|Emma Blake||19.43||YES & New Age group Record &2nd In Age Group||DIAMOND|
|Ken Bowman||20.32||2nd In Age Group||PLATINUM|
|Dee Neal||25.05||3rd In Age Group||GOLD|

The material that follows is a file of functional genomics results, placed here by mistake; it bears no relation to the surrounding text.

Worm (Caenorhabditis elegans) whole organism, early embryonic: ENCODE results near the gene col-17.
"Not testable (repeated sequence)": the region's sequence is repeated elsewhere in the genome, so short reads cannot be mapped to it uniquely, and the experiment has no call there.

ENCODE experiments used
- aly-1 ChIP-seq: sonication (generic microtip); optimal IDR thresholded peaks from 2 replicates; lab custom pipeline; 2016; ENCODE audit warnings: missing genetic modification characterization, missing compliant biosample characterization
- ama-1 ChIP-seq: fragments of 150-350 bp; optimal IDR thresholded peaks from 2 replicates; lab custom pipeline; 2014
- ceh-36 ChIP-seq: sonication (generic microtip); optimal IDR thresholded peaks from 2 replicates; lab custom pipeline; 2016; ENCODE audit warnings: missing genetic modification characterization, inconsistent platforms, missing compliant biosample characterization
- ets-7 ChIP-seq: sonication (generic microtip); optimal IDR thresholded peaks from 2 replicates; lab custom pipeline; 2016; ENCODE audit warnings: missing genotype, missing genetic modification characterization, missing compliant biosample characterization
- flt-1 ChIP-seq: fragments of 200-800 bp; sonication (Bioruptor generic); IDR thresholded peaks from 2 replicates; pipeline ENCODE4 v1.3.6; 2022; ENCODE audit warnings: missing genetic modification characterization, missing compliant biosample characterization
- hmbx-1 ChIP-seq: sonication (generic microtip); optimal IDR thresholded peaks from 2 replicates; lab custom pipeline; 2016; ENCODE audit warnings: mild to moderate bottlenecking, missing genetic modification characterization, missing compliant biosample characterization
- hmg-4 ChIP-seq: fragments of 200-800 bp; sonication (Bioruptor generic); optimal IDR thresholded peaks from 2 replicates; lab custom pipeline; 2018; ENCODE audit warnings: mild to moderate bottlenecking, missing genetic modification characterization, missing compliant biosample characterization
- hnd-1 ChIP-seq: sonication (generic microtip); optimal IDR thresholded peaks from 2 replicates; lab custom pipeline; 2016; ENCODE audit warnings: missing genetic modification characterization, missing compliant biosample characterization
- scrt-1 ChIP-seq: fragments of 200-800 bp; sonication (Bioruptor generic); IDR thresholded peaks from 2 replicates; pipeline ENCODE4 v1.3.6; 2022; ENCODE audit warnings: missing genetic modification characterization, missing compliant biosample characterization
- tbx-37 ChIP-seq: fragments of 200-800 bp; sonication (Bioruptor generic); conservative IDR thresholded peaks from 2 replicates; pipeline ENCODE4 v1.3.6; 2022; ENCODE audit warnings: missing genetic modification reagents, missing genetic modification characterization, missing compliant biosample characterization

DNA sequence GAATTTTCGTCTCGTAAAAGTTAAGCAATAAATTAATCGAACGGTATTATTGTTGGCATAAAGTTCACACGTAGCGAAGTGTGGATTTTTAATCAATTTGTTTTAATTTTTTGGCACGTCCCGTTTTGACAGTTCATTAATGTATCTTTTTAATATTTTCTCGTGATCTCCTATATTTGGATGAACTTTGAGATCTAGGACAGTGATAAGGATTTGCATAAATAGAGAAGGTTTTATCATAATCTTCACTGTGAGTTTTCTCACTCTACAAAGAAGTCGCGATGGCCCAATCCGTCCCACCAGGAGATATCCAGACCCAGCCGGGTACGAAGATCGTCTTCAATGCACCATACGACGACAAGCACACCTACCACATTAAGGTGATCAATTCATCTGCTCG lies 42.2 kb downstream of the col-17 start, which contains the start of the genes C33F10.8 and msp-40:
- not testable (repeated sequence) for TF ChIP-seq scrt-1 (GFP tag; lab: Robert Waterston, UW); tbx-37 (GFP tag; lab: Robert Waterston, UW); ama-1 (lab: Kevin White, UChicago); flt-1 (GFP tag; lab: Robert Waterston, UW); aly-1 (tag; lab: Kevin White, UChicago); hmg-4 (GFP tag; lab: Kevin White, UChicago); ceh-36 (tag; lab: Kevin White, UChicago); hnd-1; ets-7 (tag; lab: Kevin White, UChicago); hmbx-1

Friday 10th August saw Angela, I and another three Jags – Rod, Jackie, & Nicola – head to the inaugural Wortwell 5 Mile Summer Sizzler organised by the Bungay Black Dogs. After a short 5 minute walk from the Race HQ at the Community Centre, the race got underway just outside the centre of the village on a quiet country lane. The first mile is flat and picturesque, running almost parallel with the River Waveney until the route crosses a bridge over the river and in the small village of Mendham. Once through the village the course becomes a little more challenging where we found several small hills and left and right turns, until we reached the small village of Mendham. Once through the village the course becomes a little more challenging where we found several small hills and left and right turns, until we reached the most difficult part of the course, the aptly named ‘Target Hill’, a very steep gradient with a bend half way up, lasting a good 200-300metres. Upon reaching the top we were rewarded with a well placed water station and a flat road, giving great views of the valley. As we all know ‘what goes up, must come down’ and as we headed towards mile three, the route takes in a long sweeping down hill section towards Homersfield Lake, where you can really recapture any time lost climbing up the hill. Heading towards the last mile we crossed the River Waveney again near the Black Swan Pub, and were lucky to be cheered on by a small group of customers. After avoiding the temptation to join them we were into the last mile, back to the centre of Wortwell, where the road is flat – ideal after the undulating previous couple of miles. After re-entering the grounds of the Community Centre, heading around it and diagonally across the playing field behind, we found the finish and a lovely, colourful well earned medal awaiting our arrival. In addition to the medal for her efforts, Angela achieved Bronze standard, whilst also chopping a massive 1m 20secs off her PB too, on a tough course! A really enjoyable event which will hopefully continue next year. Nicola Lambert-John was first Jag home and second in age Group, Rod Bye was next and gained 3rd in age group, then Jackie Bye who got 2nd in age group so plenty of trophies to take home too.